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Partners for a noble element.

Partners for a noble element

The noble gases--helium, neon, argon and xenon--stand apart from other elements. As their title implies, these atoms resist forming chemical bonds. Carrying a full complement of electrons, they are generally content to lead solitary lives. Since 1962, however, chemists have found elemental companions so irresistible that stable, neutral molecules incorporating each of neon, argon and xenon have been synthesized. The one holdout is helium. Now a team of theorists in California and West Germany have calculated that the combination of helium with beryllium and oxygen (HeBeO) is likely to be stable. "Helium can form strong chemical bonds in ions and may even be bound in the ground state of a neutral molecule,' the researchers conclude in the Sept. 30 JOURNAL OF THE AMERICAN CHEMICAL SOCIETY.

The computations, the most extensive ever performed for helium, consisted of determining from quantum mechanical principles the likelihood that helium would bond with a number of other elements. Gernot Frenking of the Molecular Research Institute in Palo Alto, Calif., and his colleagues started by looking at positively charged ions (cations) containing helium and elements such as carbon. They found, for instance, that a doubly charged species consisting of two helium and two carbon atoms is surprisingly stable.

The cation calculations provided clues indicating that stable, neutral molecules containing helium could exist. Step by step, the researchers were led to HeBeO. "All this computation would not have been possible without access to a supercomputer,' says Frenking. Even on a supercomputer, the calculations for a single candidate often took several hours.

According to Frenking's calculations, HeBeO is barely stable. The energy required to disrupt its bonds is much smaller than the energy required to split, say, a carbon atom from a hydrogen atom. Nevertheless, the compound would probably hold together under the right conditions.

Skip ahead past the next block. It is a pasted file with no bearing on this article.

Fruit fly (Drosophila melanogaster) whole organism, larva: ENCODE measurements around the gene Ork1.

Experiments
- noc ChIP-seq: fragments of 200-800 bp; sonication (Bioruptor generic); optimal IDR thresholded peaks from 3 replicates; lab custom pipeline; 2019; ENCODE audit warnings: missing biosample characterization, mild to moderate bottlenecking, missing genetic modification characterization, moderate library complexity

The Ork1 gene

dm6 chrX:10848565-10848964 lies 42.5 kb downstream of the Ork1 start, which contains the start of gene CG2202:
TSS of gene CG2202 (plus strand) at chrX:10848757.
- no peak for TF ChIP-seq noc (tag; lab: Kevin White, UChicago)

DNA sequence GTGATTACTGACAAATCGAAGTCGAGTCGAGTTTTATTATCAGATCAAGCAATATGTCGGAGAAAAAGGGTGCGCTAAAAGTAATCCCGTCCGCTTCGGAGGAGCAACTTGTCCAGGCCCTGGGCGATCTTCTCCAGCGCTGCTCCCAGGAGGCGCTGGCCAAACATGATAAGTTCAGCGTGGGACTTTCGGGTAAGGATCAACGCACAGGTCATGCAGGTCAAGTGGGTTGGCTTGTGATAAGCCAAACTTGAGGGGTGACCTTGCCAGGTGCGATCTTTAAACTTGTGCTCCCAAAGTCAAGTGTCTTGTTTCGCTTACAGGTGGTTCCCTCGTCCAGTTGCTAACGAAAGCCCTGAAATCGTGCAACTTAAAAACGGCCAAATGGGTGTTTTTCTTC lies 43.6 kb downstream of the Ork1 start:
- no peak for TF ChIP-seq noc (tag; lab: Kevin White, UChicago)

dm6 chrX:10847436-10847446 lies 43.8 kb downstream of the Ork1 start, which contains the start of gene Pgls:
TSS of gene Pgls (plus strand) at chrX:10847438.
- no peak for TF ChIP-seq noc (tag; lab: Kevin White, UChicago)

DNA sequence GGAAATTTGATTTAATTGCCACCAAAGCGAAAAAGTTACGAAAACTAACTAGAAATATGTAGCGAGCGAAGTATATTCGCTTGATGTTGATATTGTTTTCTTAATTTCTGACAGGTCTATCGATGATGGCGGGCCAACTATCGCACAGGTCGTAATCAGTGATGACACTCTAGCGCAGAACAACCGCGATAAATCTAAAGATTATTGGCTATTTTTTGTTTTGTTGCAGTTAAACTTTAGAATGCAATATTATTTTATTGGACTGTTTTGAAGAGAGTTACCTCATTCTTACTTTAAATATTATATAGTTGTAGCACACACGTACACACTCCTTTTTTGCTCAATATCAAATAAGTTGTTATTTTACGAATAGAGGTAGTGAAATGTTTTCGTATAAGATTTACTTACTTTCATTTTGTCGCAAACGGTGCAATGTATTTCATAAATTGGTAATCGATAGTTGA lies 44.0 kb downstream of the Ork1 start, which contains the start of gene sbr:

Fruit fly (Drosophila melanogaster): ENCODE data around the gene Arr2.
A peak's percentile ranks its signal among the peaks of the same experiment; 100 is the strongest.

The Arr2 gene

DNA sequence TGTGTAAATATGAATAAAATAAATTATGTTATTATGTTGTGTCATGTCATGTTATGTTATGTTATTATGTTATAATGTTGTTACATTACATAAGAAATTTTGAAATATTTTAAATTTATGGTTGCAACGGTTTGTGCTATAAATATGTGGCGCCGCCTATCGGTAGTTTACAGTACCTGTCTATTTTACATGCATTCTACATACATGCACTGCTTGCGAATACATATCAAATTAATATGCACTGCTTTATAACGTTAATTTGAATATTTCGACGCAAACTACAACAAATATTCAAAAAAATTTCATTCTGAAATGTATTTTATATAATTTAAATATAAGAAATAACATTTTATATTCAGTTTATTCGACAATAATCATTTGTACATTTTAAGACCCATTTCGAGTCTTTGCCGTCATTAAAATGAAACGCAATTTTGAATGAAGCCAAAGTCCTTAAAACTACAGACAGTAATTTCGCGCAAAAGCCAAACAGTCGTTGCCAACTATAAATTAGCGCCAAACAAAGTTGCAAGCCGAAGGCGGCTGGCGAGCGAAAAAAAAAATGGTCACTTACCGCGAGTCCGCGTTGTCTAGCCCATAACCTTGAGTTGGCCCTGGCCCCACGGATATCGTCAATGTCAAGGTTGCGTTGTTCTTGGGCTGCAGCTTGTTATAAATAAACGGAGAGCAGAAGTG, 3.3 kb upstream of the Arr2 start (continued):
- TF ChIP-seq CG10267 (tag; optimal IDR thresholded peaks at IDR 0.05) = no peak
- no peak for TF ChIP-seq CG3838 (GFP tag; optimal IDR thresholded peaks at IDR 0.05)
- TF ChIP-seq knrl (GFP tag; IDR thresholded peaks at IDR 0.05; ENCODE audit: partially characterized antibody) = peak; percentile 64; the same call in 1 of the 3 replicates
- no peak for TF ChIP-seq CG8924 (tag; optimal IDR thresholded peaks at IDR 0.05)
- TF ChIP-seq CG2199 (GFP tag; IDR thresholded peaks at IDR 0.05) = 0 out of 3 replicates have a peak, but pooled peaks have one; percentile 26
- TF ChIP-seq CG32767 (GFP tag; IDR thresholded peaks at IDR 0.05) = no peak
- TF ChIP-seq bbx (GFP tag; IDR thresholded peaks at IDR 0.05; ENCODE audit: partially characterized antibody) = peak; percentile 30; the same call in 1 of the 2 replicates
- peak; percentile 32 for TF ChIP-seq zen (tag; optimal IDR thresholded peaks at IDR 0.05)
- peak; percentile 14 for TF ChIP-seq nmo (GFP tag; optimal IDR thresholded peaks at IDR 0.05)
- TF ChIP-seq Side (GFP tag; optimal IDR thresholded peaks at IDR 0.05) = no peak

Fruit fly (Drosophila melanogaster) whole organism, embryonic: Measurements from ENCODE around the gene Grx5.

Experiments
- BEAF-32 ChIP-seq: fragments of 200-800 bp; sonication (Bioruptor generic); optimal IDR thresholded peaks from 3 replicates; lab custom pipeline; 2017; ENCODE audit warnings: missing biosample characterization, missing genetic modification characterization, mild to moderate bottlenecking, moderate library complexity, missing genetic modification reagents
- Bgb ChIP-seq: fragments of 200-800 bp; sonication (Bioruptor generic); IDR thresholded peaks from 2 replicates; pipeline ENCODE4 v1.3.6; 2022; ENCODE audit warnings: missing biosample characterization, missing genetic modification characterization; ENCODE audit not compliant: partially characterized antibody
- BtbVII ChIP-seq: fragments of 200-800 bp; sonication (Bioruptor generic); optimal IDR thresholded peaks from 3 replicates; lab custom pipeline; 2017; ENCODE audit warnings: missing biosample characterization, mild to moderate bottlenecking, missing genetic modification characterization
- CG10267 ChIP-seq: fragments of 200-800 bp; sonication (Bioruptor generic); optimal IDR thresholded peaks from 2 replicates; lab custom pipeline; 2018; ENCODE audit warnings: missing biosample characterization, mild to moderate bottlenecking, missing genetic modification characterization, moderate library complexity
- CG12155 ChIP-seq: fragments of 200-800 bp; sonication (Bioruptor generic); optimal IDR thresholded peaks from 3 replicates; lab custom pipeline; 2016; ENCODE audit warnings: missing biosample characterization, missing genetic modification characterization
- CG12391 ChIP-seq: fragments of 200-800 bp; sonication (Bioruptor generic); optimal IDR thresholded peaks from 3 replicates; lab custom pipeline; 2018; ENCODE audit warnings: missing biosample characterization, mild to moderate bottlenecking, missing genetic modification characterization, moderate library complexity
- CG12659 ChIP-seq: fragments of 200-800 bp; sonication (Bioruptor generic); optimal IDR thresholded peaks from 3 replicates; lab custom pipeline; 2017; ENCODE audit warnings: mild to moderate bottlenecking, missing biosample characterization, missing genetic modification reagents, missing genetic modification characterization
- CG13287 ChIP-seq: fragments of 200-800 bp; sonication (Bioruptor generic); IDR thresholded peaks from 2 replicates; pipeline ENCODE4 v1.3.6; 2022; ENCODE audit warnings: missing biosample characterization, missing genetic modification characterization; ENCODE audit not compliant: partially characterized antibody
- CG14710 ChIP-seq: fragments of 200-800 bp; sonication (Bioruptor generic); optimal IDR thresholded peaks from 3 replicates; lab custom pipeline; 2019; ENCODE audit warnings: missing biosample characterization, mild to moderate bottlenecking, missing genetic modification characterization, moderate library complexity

"You never know that strange, new characteristics this compound may have,' says Frenking, "but my guess is that you won't find many practical applications for it.' No one is ever likely to bottle significant amounts of HeBeO and be able to carry it around. "This compound is important just for knowledge on chemical bonding,' he says, and it opens up the "new and really fascinating' field of helium chemistry.

It may be possible to synthesize HeBeO, says Frenking, by heating beryllium oxide, a polymeric solid, until it dissociates into pairs of beryllium and oxygen atoms, then trapping the pairs in liquid helium. A group of researchers at the IBM Research Center in San Jose, Calif., is already trying a somewhat different approach: shining laser light on a beryllium oxide surface in a helium atmosphere. No one has yet reported success in synthesizing the compound. The situation for helium cations looks more promising. Calculations show that several of these ions are likely to be much more stable than neutral helium-containing molecules. One research group has already detected a singly charged carbon-helium pair.

Because helium, after hydrogen, is the second most abundant element in outer space and because evidence for the presence of helium ions has been found, Frenking says that helium may play a role in the chemistry that takes place on dust particles in interstellar space. The synthesis and study of helium cations in laboratories may soon provide the data needed to monitor interstellar chemistry more effectively.

Frenking and his colleagues are also excited about a more recent set of calculations that concerns bonding between helium and various ions such as lithium. The researchers have found bonding trends and indications of chemical structures that may turn out to be useful for constructing new kinds of lasers.
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Title Annotation:research on possible chemical bonding of helium
Publication:Science News
Date:Nov 21, 1987
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